I dunno why, but pizzicato has always been the violin version of palm muted shredding to me
#7
Quote by CoreysMonster
PIZZICATO!!!

I dunno why, but pizzicato has always been the violin version of palm muted shredding to me



Pizzicato is basically a palm mute Classical guitarists palm mute, but they call it pizzicato
#8
Quote by insideac

2. The bridge is glued on, but the strings are what keeps it up mostly.

no its held on only by the tension of the strings.

To tune any instrument without geared tuners, turn the peg and push firmly into it as it only stays with the friction from the other side.
#9
One thing I have to point out is that the bridge is NOT glued to the body. Both the bridge and tailpiece are held in place purely by the tension of the strings.

EDIT: ^^ Beat me to it.
#10

1. The tuning pegs are stiff as shit, especially for the G string. I can't turn them by hand, I have to use a guitar winder for leverage. It's impossible to tune with any accuracy. They're not supposed to be like that, are they? Do I have to oil them or something?I'm going to assume that your violin isn't given by a billionaire generous enough to select an expensive, mid end violin. If it's cheap, chances are the pegs and its materials are as well. But in general, the pegs rely on friction to stay in place. When adjusting or winding, simply pull the peg outward to ease the tension of friction. When done with adjustment, give a little push on the peg to make it tight against the scroll again.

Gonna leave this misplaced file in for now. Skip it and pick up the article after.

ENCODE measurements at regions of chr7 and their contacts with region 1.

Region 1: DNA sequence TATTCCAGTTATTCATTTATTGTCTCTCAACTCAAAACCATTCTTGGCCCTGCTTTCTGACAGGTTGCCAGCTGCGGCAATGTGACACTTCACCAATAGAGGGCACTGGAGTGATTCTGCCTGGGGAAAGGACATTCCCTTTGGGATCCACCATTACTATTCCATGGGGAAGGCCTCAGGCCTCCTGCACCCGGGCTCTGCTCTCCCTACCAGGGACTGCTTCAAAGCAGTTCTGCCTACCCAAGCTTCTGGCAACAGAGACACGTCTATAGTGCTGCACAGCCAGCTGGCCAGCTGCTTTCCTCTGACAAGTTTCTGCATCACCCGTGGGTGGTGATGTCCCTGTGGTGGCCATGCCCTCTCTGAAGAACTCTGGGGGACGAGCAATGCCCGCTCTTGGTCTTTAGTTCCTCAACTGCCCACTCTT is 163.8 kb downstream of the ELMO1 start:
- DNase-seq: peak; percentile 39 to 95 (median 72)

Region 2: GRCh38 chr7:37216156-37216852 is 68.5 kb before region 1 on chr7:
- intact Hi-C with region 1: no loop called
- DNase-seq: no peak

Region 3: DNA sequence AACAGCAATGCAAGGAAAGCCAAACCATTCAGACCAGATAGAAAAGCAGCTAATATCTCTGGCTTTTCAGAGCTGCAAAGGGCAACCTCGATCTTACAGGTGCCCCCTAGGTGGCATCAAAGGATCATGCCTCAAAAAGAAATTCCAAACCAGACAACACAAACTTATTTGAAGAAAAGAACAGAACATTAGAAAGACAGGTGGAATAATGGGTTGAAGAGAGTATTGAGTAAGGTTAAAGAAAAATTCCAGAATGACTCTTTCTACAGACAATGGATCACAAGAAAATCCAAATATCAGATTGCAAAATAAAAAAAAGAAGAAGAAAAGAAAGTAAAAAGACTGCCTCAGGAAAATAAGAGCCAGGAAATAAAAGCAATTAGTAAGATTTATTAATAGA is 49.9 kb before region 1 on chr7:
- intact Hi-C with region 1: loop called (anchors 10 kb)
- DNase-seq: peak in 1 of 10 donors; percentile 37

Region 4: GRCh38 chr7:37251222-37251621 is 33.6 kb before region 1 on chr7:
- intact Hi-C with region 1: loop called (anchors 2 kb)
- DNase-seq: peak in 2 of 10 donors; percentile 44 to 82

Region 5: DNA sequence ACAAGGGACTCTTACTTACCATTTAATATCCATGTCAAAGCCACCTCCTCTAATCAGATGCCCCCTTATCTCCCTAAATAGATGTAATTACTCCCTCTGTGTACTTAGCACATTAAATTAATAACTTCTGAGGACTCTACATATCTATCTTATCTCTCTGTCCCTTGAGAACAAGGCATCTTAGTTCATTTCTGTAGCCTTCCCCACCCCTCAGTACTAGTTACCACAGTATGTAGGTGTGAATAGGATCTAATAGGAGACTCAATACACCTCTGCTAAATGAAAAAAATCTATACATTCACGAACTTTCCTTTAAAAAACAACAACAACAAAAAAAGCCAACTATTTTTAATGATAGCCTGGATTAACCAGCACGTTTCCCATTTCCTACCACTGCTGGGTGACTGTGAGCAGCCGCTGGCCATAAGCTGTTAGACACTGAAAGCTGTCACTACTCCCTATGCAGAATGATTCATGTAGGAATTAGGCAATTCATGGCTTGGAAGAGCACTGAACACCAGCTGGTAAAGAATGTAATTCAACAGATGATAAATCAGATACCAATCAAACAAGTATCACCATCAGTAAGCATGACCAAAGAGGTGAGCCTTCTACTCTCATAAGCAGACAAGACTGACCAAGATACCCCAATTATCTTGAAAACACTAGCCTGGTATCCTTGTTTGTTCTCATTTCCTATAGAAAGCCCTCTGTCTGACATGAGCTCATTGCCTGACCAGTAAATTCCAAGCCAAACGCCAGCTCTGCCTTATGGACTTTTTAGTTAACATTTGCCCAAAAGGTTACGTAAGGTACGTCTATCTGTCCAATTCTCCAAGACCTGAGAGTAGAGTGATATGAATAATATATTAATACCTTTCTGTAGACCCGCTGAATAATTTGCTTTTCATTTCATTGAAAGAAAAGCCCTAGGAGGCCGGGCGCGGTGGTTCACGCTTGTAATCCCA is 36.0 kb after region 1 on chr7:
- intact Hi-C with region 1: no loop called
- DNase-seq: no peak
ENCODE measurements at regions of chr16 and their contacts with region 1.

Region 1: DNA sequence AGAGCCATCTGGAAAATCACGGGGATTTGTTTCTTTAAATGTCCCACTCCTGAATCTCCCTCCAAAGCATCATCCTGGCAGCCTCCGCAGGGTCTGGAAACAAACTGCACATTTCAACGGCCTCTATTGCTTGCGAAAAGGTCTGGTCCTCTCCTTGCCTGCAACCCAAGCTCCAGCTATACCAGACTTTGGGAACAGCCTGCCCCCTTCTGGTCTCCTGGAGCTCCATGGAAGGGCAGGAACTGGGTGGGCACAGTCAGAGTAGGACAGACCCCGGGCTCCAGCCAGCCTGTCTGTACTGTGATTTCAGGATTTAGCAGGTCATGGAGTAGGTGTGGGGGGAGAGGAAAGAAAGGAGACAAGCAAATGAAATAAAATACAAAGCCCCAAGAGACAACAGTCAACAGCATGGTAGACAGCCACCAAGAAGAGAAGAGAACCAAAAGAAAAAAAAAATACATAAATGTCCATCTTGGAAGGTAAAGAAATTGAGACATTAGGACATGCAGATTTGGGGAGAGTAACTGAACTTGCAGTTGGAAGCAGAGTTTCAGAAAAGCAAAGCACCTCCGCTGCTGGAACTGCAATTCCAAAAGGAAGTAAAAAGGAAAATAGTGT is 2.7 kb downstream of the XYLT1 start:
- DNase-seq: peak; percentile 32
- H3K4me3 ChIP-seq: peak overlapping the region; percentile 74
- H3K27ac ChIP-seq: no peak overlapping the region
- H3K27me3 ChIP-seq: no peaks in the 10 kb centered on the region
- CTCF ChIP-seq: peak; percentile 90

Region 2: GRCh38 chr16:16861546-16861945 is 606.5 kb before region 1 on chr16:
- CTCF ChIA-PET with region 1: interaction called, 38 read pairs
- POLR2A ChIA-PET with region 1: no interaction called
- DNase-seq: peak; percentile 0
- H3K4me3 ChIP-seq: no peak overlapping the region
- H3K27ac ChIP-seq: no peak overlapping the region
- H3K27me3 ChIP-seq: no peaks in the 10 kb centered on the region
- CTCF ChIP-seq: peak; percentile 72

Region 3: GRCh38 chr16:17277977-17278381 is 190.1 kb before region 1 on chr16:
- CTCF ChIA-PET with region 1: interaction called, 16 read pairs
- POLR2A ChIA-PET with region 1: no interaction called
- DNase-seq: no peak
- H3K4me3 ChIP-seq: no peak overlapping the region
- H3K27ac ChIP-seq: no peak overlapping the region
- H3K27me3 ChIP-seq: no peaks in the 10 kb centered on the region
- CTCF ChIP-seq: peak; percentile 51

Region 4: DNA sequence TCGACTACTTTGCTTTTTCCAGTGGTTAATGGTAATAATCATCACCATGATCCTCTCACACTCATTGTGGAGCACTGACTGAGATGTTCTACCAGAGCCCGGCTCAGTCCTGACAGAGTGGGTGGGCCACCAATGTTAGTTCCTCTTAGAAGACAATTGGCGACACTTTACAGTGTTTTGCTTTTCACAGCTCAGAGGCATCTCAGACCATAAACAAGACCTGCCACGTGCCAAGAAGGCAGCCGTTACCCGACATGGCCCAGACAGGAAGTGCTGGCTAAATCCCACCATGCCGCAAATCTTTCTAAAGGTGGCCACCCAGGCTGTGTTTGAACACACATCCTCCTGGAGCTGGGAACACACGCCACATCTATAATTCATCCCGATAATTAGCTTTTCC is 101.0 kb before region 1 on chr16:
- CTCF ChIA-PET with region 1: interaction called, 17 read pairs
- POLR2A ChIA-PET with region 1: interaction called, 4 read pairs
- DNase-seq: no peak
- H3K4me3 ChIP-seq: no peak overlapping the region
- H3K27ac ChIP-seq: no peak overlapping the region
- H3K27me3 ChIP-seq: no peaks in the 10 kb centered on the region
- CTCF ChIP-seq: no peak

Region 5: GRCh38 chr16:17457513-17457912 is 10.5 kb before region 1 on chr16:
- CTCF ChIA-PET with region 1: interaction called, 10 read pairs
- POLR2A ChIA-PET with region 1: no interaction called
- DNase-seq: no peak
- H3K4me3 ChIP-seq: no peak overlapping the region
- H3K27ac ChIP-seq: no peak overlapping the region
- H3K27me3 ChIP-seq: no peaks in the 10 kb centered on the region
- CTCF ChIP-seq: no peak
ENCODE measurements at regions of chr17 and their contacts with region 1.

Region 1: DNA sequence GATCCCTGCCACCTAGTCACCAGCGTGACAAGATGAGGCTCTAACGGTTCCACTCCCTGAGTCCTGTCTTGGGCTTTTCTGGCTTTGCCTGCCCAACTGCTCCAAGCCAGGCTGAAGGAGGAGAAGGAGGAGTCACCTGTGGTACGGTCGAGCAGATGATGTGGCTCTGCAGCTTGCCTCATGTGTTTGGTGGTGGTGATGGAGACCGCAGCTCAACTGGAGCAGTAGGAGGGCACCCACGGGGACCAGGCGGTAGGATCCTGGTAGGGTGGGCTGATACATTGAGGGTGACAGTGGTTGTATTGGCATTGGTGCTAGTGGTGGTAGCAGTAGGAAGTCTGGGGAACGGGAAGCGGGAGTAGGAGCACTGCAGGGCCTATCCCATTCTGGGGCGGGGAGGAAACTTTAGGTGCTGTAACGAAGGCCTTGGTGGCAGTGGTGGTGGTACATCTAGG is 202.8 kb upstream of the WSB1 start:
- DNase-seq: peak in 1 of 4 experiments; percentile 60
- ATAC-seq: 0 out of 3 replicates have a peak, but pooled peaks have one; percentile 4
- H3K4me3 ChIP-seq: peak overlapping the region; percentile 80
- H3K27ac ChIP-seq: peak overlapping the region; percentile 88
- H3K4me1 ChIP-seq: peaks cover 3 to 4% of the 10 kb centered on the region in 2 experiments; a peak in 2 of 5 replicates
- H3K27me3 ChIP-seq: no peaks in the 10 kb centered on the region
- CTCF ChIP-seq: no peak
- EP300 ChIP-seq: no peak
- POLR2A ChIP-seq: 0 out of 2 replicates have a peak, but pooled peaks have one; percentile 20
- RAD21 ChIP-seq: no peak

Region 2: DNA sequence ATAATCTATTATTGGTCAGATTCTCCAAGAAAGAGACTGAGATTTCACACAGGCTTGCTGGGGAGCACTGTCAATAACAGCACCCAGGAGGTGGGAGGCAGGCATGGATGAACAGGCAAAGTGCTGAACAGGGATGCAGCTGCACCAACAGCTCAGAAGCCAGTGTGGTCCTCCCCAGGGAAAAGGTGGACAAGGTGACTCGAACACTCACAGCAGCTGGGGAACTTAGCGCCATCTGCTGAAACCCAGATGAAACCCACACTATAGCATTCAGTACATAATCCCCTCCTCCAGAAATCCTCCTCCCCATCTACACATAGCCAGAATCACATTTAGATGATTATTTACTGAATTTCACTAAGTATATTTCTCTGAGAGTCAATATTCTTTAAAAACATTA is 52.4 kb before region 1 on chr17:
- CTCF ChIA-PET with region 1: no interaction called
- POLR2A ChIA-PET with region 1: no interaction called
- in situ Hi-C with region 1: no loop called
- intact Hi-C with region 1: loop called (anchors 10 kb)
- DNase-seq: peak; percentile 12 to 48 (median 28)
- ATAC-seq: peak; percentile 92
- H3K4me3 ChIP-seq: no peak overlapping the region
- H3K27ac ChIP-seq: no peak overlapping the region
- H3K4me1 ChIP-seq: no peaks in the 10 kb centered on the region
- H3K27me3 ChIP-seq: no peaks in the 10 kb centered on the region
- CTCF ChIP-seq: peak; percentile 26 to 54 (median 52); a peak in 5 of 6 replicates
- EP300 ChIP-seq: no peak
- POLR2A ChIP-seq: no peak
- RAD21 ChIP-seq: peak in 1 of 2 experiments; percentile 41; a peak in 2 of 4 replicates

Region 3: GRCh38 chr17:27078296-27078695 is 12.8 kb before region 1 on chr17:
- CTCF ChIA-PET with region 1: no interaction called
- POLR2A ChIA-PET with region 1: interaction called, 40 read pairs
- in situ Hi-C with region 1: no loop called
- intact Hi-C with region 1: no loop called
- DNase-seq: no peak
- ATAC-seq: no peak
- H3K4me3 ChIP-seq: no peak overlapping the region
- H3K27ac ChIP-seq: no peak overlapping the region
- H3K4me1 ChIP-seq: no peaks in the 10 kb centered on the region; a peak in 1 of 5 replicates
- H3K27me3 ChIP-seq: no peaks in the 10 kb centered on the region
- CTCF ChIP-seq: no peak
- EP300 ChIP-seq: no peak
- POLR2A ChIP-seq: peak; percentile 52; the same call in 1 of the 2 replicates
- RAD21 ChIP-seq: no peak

2. Is the bridge held in place string tension, or is it glued to the body? What about that tailpiece, whatever it's called?
The bridge is held by string tension, NOT GLUE. The proper position for the bridge is in the dead center, aligning with the inner point of the f holes. It should be perpendicular to the body as well, and this is adjusted with tension on it. Tailpiece is pulled by string tension as well, and naturally falls into place.

3. The violin is small (smaller than a regular violin, which I read was size 4/4) how can I find out whether it's a size 3/4 or 1/2 or whatever?
I can eyeball it, but you're probably a full grown person and any size other than 4/4 is wrong for you.

4. Can I use some kind of substitute for the bow, or do I have to get an actual one? (I went to this music store, cheapest one was around 30 fucking euros)There's no substitute. You might as well just use the violin as a decor rather than a playing instrument. If you want to actually play, you need to invest in an acceptable bow (starting around $50-100) even if you're a beginner.

...modes and scales are still useless.


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#11
Quote by CoreysMonster
PIZZICATO!!!

I dunno why, but pizzicato has always been the violin version of palm muted shredding to me


Like the Kerry King of violinists
#12
Quote by Zaphikh
Best of luck with your newfound gift. It's one of the most difficult instruments to master. I suggest getting a tutor, and a bow while you're at it - unless if you're a diehard pizzicato performer.


Definitely NOT one of the most difficult instruments to master! Check out the Theremin - even the harmonica is deceptively hard to play properly!